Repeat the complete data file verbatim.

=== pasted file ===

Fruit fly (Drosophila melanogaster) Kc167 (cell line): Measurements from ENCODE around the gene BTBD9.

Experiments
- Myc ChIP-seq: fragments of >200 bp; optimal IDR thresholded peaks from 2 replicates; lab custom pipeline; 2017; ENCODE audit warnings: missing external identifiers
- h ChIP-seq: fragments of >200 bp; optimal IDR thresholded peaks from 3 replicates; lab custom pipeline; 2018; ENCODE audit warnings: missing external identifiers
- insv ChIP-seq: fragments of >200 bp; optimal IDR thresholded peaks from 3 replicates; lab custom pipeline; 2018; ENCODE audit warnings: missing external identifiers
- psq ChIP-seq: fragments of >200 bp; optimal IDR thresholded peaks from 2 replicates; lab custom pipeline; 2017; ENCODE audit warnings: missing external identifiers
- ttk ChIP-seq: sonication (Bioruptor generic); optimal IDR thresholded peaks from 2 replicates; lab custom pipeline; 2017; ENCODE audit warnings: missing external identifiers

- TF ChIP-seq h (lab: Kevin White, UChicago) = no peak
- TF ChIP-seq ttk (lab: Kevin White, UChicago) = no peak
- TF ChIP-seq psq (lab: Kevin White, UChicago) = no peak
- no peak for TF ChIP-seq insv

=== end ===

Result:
Fruit fly (Drosophila melanogaster) Kc167 (cell line): Measurements from ENCODE around the gene BTBD9.

Experiments
- Myc ChIP-seq: fragments of >200 bp; optimal IDR thresholded peaks from 2 replicates; lab custom pipeline; 2017; ENCODE audit warnings: missing external identifiers
- h ChIP-seq: fragments of >200 bp; optimal IDR thresholded peaks from 3 replicates; lab custom pipeline; 2018; ENCODE audit warnings: missing external identifiers
- insv ChIP-seq: fragments of >200 bp; optimal IDR thresholded peaks from 3 replicates; lab custom pipeline; 2018; ENCODE audit warnings: missing external identifiers
- psq ChIP-seq: fragments of >200 bp; optimal IDR thresholded peaks from 2 replicates; lab custom pipeline; 2017; ENCODE audit warnings: missing external identifiers
- ttk ChIP-seq: sonication (Bioruptor generic); optimal IDR thresholded peaks from 2 replicates; lab custom pipeline; 2017; ENCODE audit warnings: missing external identifiers

- TF ChIP-seq h (lab: Kevin White, UChicago) = no peak
- TF ChIP-seq ttk (lab: Kevin White, UChicago) = no peak
- TF ChIP-seq psq (lab: Kevin White, UChicago) = no peak
- no peak for TF ChIP-seq insv